The latest whisper on the grapevine is that Nvidia’s third-party graphics card manufacturing partners will be getting shipments of next-gen GPUs in August (or possibly early September), meaning that fresh GeForce video cards – likely called GTX 1180 (at least in the case of the initial flagship) – will be inbound shortly thereafter.
This info comes from Wccftech.com, with the tech site claiming to have received confirmation of the aforementioned shipping timeframe, which follows previous rumors indicating a Q3 (July to September) launch for the next-gen GeForce cards.
If GPUs are sent out to graphics card manufacturers in August, the argument is that we should see Nvidia’s GTX 1180 (or whatever it ends up being called) Founders Edition being launched probably just a few short weeks after – so, maybe September.
Obviously that’s far from guaranteed, though, and a lot will depend on whether any technical problems are encountered with the new (thought to be codenamed Turing) technology over the homestretch.
However, things are likely to move fast once the GPUs are shipped out to third-party manufacturers simply because, at that point, leaks are going to be difficult to prevent, so Nvidia better be ready to go.
After disappointing news of delays – we were previously expecting a launch date as early as July – it’s good to hear that everything could be about to kick off for Nvidia’s next-gen cards.
The downside? The report notes that these initial shipments to GPU vendors will be delivered in small amounts, indeed, probably in the low hundreds. And a chunk of those will be used for development boards, which in turn means you can expect supply to be thin on the ground initially.
That’s hardly a surprise in the GPU world though, where after launch, the latest video cards can be pretty difficult to get hold of, and thus often command a price premium (although that’s a scenario gamers are familiar with anyway, in recent times, thanks to cryptocurrency miners).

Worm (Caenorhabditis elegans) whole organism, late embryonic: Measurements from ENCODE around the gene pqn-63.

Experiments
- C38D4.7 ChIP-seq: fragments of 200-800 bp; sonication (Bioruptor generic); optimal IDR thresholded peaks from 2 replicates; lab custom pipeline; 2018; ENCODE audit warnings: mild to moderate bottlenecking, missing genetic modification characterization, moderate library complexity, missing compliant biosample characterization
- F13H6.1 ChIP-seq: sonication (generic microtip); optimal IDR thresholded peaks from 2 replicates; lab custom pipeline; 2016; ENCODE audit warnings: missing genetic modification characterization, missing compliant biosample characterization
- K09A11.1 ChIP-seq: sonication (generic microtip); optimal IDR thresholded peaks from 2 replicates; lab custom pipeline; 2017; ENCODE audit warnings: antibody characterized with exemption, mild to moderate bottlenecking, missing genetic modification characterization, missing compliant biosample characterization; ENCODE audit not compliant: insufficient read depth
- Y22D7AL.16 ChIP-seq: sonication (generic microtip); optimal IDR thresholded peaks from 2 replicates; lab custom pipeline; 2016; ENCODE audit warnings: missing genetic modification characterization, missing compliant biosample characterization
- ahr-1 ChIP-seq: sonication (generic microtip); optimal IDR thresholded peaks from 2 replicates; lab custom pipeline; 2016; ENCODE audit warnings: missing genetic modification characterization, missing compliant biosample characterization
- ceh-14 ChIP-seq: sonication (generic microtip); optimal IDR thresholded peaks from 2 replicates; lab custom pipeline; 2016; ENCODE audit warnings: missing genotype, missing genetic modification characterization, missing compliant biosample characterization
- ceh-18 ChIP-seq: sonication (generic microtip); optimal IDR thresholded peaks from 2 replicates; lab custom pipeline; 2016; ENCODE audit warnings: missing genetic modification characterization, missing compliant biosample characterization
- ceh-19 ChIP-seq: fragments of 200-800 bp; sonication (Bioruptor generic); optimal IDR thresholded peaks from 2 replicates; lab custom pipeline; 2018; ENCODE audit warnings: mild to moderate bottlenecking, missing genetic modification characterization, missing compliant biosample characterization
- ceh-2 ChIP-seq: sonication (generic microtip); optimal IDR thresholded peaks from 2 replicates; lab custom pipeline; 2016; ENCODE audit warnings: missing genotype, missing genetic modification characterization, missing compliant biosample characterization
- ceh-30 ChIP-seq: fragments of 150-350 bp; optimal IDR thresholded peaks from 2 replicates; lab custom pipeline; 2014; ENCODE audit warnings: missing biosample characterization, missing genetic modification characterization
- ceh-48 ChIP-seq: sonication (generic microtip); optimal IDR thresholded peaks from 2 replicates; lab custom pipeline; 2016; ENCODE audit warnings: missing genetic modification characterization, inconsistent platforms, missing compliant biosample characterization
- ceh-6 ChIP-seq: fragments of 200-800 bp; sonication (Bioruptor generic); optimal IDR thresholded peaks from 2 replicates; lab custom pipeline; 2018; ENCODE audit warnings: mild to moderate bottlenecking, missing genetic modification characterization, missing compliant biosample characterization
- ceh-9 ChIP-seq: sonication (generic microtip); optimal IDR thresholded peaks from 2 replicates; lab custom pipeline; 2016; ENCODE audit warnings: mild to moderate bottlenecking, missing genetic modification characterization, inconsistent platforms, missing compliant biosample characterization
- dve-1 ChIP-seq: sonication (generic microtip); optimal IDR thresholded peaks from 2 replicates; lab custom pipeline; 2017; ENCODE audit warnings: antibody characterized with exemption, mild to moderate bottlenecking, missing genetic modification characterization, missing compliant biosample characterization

All this is speculation, of course, and comes off the back of recent reports that Nvidia has an excess supply of current-gen GPUs after miscalculating the aforementioned demand from cryptocurrency miners, which has now dropped off (not to mention overall demand flagging).
That factor could still point to a launch which is a bit further off than we’d ideally like – particularly if folks hold off buying 10-series cards in expectation of imminent Turing products, which may be what’s already happening.
Further rumor has it that the GTX 1180 will boast 3,584 CUDA cores, 16GB of GDDR6 VRAM and an FP32 performance (think of that as raw power) of 13 Teraflops (compared to 8.7 Teraflops for the GTX 1080). So, the wait could very well be worth your while.
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Darren is a freelancer writing news and features for TechRadar (and occasionally T3) across a broad range of computing topics including CPUs, GPUs, various other hardware, VPNs, antivirus and more. He has written about tech for the best part of three decades, and writes books in his spare time (his debut novel - 'I Know What You Did Last Supper' - was published by Hachette UK in 2013).